Many people know the benefits of Swedish massage for circulation and relaxation. But did you know that Thai massage goes much deeper than Swedish massage can? Especially in areas of the body like the hips, hamstrings, glutes, and lower back. It involves deep stretches that feel like yoga stretches, as well as acupressure points that move energy where it is stuck and create flexibility where there is stiffness. Some points may be tender - the massage points are to take you to the edge or the border of that sensation - but not beyond. Deep pressure is more possible to obtain with Thai massage because you are resting on a mat on the floor, and the therapist can use their natural body weight to lean into your body, creating a strong sensation. This sensation shouldn't be painful, but it can be tender, and sometimes intense. But if you learn to direct your breath to that area and learn to relax into the sessions, you can be transported into a relaxed state where you can release deep tension that has been held for years.

Some people call it lazy man's yoga because all you have to do is lie on a mat and breathe, and you get placed into a sequence of poses and stretches that create a similar effect as a yoga class. Many people feel some of the same feelings of peacefulness and energy after a Thai massage. This is because the energy meridians that are being massaged, stretched and balanced are similar to the ones that are being balanced in a yoga class.  

Laura Rose studied massage in Thailand - to read more about her adventures in Southeast Asia, visit her travel blog:

Schedule a Thai massage in Boulder or Denver today:

Breema Bodywork: A New Frontier in Consciousness

Breema Bodywork: A New Frontier in Consciousness

Breema Bodywork is difficult to describe.  It inclues gentle touch, rhythmic movements, and a fully present practitioner on a padded floor. This modality can take you to a new frontier of mind-body connection.  Sessions begin with instructions on Self-Breema®  and meditation in order to connect the mind and body, and the bodywork helps to solidify this connection, creating a harmonious state of being that may feel new to the person who is receiving the bodywork.   Unlike other forms of bodywork and energy work, there is no need to "fix" or "send energy.  As long as the practitioner is using the support of the Nine Principles of Harmony to help keep their mind and body in harmony, a their presence naturally gives to the recipient.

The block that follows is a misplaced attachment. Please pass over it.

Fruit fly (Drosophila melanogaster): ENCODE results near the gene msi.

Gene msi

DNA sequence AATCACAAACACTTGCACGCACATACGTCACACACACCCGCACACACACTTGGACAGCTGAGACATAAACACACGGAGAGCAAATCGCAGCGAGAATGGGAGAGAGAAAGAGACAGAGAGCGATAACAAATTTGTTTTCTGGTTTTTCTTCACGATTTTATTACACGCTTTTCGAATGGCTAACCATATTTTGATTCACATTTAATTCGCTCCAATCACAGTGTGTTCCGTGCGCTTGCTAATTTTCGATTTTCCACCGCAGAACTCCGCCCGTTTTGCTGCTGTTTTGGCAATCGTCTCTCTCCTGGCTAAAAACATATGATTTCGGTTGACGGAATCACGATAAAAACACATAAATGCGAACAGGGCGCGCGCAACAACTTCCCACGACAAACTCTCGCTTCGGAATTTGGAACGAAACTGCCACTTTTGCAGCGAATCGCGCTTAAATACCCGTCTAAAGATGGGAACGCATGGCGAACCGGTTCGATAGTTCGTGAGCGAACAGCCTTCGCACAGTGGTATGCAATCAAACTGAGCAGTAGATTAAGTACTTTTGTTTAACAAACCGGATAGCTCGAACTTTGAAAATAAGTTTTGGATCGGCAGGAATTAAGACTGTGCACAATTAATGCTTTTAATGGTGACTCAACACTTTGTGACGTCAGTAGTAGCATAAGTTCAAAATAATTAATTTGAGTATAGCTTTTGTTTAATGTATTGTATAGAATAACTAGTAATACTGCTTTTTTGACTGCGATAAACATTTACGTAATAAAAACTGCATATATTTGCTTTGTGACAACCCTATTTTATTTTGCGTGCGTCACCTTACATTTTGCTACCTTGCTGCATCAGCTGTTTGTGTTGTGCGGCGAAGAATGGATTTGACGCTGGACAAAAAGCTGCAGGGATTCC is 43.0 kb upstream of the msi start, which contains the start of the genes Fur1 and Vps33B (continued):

I am always amazed when I practice Breema in a noisy conference room and people fall into a deep state of relaxation and don't even notice when the session ends!   Read more about Breema®  Bodywork here:     

Experience Breema Bodywork with Laura Rose, a Certified Breema Practitioner:

Rates at studio in Denver or Boulder:
30 min                      $35 (sale $25**)
45 min                      $45 (sale $35**) 
60 min                      $60 (sale $50**)

10 min   FREE - at Bodywork Bistro in Boulder  
(first time bistro clients only - click here to see schedule)

**First time Breema clients only - offer Expires August 11, 2012
visit to schedule an appointment

Save the date for a Breema Workshop in Boulder
with Laura Rawson from the Breema Center:
August 11 - 12, 2012 

Experience Breema Evening
Friday, August 10 7:00-8:30 pm (No charge)  
Solstice Center,  302 Pearl St, Boulder, CO

Saturday: 9:30 AM - 5:00 PM (lunchbreak 12:30 - 2 PM)

Sunday: 9:00 AM - 1:00 PM 
$150 ($125 if paid by July 27)

Saturday only: $100 ($80 if paid by July 27)
Solstice Center, 302 Pearl St, Boulder, CO
To register for the workshop please contact the Breema Center (510) 428-0837 or

Breema and Self-Breema are service marks of The Breema Center